Clubland can be a wasteland. But former Dazed & Confused music editor, current Crosstown Rebels label exec, and minimal DJ-producer Damian Lazarus is a natural-born opponent of mediocrity, unearned hype, and cash-bloated trash.
For the last ten years, he's worked endlessly to improve the state of electronic music, helping to break both blog house stars like Tiga and underground heads like Seth Troxler. Be there when Lazarus protests excess at the Electric Pickle next Saturday.
No better time than Basel week, right?
New Times: How long had you been plotting Crosstown Rebels before finally founding the label in 2003?
Damian Lazarus: Well, prior to 2003, I'd be co-running another label, City Rockers. I was finding a lot of really cool underground electronic dance music. But at the same time, we were having a little taste of chart success with people like Tiga and Felix Da Housecat. So there was always this constant battle between, like, what kind of label are we? Are we superunderground? Or are we doing something more crossover? And in the end, I wanted to retain my underground credibility. So I moved on and decided to start my own label. I took the same initials and started Crosstown Rebels with a view to honing in on some of the most adventurous and exciting producers, artists, and DJs from around the globe.
So it was just something that happened in the moment.
Actually, prior to City Rockers, I was working at London Records' FFRR, who were the first people to finance my first ever label. And that was just proper experimental. So I guess I'd always seen myself as running a record label. But Crosstown Rebels was never any major ambition that I was working toward for years.
It's been seven years already. And it seems like work's been done at a pretty rapid clip? Have you had the time to actually enjoy it?
Of course, I've enjoyed every minute of it. But I've got to say, over the last seven years, it hasn't been easy with the way that the industry is and the fact that there aren't many people buying physical product. The days of running a record label are pretty numbered. We've had some disastrous times with three distribution companies going into liquidation on us, owing us a lot of money, which has been a really difficult thing for us to handle. But somehow we just keep fighting back and keep coming back.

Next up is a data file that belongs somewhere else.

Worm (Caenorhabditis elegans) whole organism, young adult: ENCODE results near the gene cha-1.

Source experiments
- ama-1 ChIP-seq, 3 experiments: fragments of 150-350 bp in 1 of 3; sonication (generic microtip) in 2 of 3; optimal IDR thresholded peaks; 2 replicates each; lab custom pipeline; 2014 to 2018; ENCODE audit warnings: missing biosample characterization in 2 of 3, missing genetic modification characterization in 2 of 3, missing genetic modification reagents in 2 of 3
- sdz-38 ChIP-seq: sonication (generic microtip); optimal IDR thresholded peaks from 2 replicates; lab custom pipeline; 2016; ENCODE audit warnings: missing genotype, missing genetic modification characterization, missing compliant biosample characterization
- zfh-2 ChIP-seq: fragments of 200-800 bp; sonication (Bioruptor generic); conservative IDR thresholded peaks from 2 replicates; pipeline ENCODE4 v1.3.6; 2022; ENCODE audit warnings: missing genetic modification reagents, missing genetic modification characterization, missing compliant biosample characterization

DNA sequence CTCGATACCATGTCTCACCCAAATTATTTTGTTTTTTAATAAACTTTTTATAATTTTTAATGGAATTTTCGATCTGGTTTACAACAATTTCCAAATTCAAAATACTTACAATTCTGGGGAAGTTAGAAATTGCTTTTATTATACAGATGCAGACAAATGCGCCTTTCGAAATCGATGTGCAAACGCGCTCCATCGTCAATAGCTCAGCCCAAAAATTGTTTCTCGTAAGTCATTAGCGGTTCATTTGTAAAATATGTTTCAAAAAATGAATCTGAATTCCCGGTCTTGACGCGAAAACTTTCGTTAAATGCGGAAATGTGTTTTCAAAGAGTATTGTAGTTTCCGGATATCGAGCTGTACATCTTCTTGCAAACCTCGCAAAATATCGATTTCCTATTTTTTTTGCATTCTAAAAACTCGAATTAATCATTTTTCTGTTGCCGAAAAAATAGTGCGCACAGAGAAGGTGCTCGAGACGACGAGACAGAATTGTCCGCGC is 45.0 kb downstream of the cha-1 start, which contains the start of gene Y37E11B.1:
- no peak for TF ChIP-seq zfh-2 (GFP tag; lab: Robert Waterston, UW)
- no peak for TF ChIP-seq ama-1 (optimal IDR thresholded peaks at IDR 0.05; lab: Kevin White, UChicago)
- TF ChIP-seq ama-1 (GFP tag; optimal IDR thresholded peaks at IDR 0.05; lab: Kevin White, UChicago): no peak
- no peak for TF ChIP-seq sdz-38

I think it's got a lot to do with the artists I work with, whose musical input I value above anything else in my life. We've formed this really cool little family unit that's always growing in a nice way. We're definitely enjoying Crosstown Rebels. It's a trip.
You mentioned that people don't buy actual albums anymore. But do you still feel it's important to release physical copies of Crosstown albums?
Yeah, very much so. The digital era has definitely taken over our lives. But there's got to be room in people's homes for a record or CD. Because when your computer goes bust and you lose everything, you're really going to rue the day you didn't pick up that limited-edition copy of whatever record that you won't be able to get again unless you pay five times the original price.
You know, these are things that people spend their entire lives dreaming up and creating for your benefit. So is it really that much to ask for you to buy that copy of the record, as opposed to stealing it online, or downloading it from some dodgy Russian website, or parting with 60 cents to buy a piece of air? I appreciate that the world has moved on and we've had to adjust our business. But at the end of the day, I'm a big believer in having a hard copy. I go record shopping every week. I have to have physical copies of things. It's like books. Who wants to read a book in front of computer screen? We spend our entire lives in front of computer screens. If I'm reading a book, I want the book. And if I want to listen to an album, I want me album. But that's just me.